Many monitors that offer overclocking
capability for a higher refresh rate are typically setup at 60Hz out of the box and if you want that higher refresh rate you have to overclock it in your graphics drivers, potentially overriding the display configuration of the monitor. However, the Acer Predator X34 has the option of hard-setting your refresh rate in its on-screen display settings area. Select that config and after a quick reboot, you'll have that higher refresh rate in your driver control panel to select from.
It makes the whole process that much easier and since the panel has this setting available out of the box from the factory, it's fully warrantied, which instills confidence that you're not pushing the envelope in any way. Also, as you can see, the panel automatically shows as G-SYNC capable and that setting is ready to go out of the box as well with no configuration required. We have a number of articles covering NVIDIA G-SYNC technology at HotHardware but Marco steps through it well here
if you'd like a refresher. In short, when enabled, a G-SYNC
capable panel updates pixels precisely synchronized with the frames rendered by the GPU, which completely eliminates any tearing artifacts, jitter and wander that you can sometimes see while gaming if Vsync is not enabled. Even with Vsync enabled, you can’t match the perfect smoothness and clarity of gaming with a G-SYNC enabled monitor like the Acer Predator X34. We'll give you more detail on gaming with this beast shortly. For now, let's look at panel performance and accuracy.
Brightness, Contrast, Gradient And Pixel Response
For some of our testing we used the Lagom LCD monitor test pages found at http://www.lagom.nl/lcd-test/. The Lagom LCD monitor test pages provide tests for saturation, banding, sharpness, uniformity and more. We also used this online monitor testing page at FlatpanelsDK - http://tft.vanity.dk/monitorTest_scale.html which dives deeper into gradient response and even pixel alignment.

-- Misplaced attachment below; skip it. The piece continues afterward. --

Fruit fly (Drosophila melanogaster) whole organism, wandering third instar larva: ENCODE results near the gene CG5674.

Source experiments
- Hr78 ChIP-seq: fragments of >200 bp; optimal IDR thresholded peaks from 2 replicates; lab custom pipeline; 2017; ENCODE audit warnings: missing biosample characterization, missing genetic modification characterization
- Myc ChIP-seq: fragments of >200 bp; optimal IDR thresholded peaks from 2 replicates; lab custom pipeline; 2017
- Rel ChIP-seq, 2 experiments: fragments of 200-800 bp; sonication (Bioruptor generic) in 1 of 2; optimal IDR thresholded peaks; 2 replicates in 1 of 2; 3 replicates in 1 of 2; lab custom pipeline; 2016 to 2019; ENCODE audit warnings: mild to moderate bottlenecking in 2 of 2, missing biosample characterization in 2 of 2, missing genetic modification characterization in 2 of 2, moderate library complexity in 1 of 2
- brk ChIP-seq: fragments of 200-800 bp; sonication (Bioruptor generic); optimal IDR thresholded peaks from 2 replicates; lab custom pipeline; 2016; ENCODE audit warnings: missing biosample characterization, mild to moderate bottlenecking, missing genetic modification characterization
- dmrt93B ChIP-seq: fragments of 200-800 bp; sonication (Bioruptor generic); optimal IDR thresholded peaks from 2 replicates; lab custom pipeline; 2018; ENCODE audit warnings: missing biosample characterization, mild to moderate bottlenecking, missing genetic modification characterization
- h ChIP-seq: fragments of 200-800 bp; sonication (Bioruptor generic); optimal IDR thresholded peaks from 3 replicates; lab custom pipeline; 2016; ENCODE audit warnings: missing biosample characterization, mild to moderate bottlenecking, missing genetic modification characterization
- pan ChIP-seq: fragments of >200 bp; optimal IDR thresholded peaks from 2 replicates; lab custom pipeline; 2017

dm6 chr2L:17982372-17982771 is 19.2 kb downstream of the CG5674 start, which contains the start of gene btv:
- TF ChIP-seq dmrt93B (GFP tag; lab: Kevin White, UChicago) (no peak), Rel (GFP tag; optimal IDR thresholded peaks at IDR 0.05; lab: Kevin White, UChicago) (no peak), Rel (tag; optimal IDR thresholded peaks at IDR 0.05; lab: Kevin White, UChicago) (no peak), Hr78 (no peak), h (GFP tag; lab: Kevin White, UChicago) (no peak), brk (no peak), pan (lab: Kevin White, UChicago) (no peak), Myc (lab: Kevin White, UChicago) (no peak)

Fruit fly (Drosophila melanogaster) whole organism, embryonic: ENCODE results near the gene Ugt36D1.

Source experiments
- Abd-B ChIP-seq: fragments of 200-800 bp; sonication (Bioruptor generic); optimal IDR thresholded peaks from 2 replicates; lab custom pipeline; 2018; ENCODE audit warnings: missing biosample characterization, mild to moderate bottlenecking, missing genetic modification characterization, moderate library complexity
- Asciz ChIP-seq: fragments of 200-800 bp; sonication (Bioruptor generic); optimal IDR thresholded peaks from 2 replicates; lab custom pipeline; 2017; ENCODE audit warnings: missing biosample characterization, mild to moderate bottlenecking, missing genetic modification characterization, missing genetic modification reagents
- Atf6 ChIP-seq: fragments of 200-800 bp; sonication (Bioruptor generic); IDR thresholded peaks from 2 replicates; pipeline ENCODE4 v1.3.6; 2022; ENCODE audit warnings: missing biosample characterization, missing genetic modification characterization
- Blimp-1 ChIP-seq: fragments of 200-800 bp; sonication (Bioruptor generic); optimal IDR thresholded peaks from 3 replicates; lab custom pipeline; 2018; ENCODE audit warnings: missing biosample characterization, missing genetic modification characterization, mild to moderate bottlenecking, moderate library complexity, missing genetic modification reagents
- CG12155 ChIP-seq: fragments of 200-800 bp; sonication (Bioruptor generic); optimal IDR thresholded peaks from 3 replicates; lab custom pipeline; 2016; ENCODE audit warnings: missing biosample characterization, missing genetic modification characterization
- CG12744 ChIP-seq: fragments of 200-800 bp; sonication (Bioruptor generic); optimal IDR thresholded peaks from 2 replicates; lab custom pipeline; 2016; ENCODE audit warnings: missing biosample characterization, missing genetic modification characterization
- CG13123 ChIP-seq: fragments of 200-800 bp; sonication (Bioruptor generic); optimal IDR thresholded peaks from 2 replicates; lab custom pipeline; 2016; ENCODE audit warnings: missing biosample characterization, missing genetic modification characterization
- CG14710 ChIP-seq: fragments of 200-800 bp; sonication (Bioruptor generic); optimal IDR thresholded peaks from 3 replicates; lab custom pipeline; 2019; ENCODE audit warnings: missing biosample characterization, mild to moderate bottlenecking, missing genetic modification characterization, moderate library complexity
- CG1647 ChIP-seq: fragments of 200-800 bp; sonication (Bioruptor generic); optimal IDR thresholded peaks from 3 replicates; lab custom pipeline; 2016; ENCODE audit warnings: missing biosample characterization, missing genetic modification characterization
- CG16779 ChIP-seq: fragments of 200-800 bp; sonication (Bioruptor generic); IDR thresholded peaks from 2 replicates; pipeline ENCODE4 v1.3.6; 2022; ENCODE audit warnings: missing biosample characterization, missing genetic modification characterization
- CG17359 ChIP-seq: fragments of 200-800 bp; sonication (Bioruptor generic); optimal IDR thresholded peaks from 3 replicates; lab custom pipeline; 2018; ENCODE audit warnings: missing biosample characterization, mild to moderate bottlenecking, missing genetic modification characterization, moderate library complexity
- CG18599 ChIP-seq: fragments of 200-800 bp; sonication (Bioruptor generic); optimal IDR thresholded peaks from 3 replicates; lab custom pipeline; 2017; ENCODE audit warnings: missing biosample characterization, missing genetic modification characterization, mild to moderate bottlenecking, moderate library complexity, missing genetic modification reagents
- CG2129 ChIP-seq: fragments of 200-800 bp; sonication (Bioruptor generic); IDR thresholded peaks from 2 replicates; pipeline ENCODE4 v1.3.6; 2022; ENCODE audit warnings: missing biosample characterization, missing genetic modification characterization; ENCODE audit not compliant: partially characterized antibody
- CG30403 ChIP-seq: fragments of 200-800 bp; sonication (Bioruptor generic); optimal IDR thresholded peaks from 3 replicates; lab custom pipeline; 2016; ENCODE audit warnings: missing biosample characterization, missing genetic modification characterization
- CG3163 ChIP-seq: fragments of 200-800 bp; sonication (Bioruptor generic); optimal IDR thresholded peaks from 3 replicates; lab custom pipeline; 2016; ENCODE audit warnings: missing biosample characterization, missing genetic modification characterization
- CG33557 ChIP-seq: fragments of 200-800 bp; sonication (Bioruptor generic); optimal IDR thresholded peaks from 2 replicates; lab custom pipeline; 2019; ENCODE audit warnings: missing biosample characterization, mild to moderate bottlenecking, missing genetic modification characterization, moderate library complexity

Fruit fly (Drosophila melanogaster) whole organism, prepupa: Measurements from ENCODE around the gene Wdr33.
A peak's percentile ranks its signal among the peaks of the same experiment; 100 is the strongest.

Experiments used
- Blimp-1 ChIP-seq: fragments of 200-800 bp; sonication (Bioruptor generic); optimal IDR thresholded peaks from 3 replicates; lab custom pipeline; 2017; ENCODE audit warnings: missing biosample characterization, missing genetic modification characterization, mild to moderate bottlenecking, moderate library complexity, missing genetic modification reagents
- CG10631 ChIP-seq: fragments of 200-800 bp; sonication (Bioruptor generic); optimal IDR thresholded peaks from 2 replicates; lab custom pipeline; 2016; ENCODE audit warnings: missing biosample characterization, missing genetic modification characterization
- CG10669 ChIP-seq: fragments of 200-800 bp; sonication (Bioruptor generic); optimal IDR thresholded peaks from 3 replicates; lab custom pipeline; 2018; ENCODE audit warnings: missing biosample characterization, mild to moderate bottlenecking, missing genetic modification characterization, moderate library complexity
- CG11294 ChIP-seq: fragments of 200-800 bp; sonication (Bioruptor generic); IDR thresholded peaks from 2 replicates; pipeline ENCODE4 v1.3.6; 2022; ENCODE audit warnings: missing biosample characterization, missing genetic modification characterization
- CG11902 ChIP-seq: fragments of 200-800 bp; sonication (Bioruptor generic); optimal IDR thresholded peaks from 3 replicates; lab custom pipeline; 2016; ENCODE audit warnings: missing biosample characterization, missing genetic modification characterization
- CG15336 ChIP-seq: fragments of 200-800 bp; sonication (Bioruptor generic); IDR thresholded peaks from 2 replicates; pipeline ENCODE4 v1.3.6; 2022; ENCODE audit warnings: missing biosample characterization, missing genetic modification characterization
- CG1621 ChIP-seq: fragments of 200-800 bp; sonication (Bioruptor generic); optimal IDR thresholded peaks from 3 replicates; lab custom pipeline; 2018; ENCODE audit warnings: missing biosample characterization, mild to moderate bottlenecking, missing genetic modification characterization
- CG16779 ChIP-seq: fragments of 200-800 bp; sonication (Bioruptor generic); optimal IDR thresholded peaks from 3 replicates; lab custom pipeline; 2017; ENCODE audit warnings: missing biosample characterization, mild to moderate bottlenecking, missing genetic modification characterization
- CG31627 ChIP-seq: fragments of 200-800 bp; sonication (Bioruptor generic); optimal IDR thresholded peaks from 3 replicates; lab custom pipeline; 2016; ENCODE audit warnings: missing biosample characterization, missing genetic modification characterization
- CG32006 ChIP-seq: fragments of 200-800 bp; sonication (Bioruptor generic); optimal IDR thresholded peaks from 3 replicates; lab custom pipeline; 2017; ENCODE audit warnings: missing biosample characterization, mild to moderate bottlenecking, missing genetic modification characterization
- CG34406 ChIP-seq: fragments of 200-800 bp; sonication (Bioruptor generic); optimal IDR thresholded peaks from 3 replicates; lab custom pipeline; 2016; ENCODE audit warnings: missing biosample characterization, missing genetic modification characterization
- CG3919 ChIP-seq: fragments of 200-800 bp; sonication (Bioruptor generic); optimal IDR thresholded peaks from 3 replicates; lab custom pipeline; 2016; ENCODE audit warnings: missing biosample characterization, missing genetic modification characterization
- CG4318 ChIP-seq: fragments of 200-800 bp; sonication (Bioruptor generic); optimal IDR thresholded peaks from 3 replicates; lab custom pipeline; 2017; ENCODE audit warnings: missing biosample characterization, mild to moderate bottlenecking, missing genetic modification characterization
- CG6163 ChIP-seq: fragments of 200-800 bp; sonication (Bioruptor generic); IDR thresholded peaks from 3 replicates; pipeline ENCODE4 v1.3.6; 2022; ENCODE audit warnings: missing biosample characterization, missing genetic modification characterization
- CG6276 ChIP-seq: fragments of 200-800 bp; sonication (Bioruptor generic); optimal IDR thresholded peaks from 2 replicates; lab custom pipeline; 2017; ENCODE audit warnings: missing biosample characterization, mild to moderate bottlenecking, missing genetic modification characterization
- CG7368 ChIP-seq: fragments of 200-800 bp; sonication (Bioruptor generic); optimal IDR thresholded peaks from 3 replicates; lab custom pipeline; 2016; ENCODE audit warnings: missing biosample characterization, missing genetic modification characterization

We didn’t have any professional grade equipment on hand, but these few online test and our colorimeter definitely helped us dial things in with the Predator X34 and assess performance as well. The panel is reasonably bright, offering plenty of pop for just about any indoor environment. The Predator X34's saturation out of the box is punchy as well and actually we found ourselves taming it down a bit in the settings control panel. There’s a high degree of adjustability here so it wasn’t an issue. Contrast settings were easily controlled and we found ourselves shying away from the adaptive contrast functionality in favor of locking things down. Color uniformity is also excellent across the screen with good continuity from edge to edge.
Gradient response was also solid and there was no problem with
dialing gamma settings to a spot where a full spectrum was visible with
2% step increments for both dark and light shades. We did however notice
just a touch of backlight bleed at the corners of the display and along
the top edge of our panel. We had to really drop studio
lighting to see this prominently and in practice, for most environments,
you’re not going to notice it. It was a complete non-issue for the panel we tested, actually. Finally, we've seen some reports of scanline issues with the 100Hz setting and this version of the Predator X34, however that was not something we observed in testing. All told, our panel offered near perfect, trouble-free performance and delivered brightness, saturation, color and contrast response that was in line its specifications and Acer's 100% sRGB claim.